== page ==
February 9, 2024


Iowa, US advances bill to restrict surveillance drones near livestock facilities


A bill initially approved by Iowa, US last year, aimed at prohibiting the flying of surveillance drones within 400 feet of open feedlots and animal confinements, received committee approval in the US Senate, signalling progress in the legislative effort to safeguard livestock producers from covert investigations, News From The States reported.


House File 572, part of a series of measures addressing concerns over animal welfare group surveillance, seeks to establish penalties for flying drones too close to farmsteads or livestock facilities. Classified as a simple misdemeanour, the offense could lead to up to 30 days in jail, with an escalation to a serious misdemeanour, carrying a potential one-year jail sentence if surveillance equipment is detected on the drone.


The bill contains exemptions for facility owners, authorized individuals, those engaged in commercial or agricultural activities, and select employees of government entities, public utilities, and railroad companies. Additionally, farmers would be empowered to obtain court injunctions preventing drone operation near their facilities for up to two years and compelling the deletion of any recorded footage.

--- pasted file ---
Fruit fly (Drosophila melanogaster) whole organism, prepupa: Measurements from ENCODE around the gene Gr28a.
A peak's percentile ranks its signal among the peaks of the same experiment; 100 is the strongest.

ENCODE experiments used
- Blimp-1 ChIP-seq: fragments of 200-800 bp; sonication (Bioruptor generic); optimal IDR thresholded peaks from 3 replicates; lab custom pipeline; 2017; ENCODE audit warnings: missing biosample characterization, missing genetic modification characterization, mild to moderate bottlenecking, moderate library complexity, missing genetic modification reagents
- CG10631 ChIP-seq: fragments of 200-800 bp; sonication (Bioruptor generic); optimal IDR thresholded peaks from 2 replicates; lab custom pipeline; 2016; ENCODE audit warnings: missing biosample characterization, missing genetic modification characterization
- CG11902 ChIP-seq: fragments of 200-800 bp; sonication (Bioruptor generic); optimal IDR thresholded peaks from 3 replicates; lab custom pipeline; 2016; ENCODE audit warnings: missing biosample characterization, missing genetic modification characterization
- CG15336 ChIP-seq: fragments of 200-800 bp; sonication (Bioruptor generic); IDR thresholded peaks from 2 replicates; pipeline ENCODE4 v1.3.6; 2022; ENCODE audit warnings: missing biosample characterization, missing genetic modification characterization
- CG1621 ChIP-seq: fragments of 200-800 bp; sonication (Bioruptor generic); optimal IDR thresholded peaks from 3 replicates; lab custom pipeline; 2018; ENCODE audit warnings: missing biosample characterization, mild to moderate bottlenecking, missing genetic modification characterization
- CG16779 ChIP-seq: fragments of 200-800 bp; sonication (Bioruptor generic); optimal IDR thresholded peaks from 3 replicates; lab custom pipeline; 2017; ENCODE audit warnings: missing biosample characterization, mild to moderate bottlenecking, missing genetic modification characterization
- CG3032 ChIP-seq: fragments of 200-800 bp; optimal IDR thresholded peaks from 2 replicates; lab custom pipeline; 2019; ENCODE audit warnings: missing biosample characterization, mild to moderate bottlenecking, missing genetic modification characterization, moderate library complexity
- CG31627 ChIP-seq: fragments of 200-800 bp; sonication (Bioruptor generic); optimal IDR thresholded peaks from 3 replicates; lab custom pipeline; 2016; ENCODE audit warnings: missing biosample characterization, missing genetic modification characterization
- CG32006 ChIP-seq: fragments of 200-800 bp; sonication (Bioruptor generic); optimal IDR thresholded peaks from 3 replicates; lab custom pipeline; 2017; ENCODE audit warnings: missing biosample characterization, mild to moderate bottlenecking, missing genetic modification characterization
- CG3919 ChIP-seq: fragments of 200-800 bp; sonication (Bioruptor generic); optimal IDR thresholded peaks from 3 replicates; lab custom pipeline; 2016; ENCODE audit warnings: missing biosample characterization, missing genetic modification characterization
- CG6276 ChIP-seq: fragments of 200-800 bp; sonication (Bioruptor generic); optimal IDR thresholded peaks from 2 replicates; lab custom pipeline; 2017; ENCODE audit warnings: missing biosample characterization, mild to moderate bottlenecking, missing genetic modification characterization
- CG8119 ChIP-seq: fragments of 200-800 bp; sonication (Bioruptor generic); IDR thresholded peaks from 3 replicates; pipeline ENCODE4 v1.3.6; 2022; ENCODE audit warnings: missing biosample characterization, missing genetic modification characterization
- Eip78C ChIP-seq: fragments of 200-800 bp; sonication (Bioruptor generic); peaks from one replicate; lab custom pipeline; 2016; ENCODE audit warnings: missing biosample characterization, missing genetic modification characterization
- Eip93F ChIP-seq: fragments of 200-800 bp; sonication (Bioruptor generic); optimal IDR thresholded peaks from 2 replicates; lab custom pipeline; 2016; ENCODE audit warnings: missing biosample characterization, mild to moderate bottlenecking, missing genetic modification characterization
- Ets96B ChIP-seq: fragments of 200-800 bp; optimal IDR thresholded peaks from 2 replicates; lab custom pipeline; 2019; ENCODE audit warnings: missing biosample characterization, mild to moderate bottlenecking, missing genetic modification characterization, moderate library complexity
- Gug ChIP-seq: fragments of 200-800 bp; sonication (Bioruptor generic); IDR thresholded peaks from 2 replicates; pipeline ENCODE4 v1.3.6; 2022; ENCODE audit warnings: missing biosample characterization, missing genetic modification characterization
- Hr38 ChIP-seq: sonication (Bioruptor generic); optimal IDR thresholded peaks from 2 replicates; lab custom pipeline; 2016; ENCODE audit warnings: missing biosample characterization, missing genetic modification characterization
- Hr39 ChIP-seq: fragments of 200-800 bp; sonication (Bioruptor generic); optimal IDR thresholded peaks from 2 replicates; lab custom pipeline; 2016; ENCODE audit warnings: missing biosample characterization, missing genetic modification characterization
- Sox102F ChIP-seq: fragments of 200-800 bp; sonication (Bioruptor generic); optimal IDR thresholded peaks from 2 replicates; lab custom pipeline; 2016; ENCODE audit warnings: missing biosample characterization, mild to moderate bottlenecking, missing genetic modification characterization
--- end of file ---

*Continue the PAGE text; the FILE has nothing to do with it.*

During Tuesday's Senate Natural Resources and Environment committee session, minimal debate preceded the bill's approval, indicating broad support. The measure now progresses to the full Senate for further deliberation.


Previously endorsed by the House with an 87-10 vote in April, the bill remains eligible for consideration in the current legislative session, part of the ongoing General Assembly.


The advancement of this bill comes in the wake of a federal appeals court decision overturning injunctions against two other Iowa laws, known as "ag gag" laws, aimed at preventing deceptive entry into livestock facilities and filming while trespassing.


-      News From The States